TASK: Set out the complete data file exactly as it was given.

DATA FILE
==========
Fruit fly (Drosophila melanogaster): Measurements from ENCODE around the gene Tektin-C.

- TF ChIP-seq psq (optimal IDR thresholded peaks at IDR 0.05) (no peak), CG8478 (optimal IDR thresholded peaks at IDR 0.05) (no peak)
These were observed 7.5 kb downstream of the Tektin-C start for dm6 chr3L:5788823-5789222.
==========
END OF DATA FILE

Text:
Fruit fly (Drosophila melanogaster): Measurements from ENCODE around the gene Tektin-C.

- TF ChIP-seq psq (optimal IDR thresholded peaks at IDR 0.05) (no peak), CG8478 (optimal IDR thresholded peaks at IDR 0.05) (no peak)
These were observed 7.5 kb downstream of the Tektin-C start for dm6 chr3L:5788823-5789222.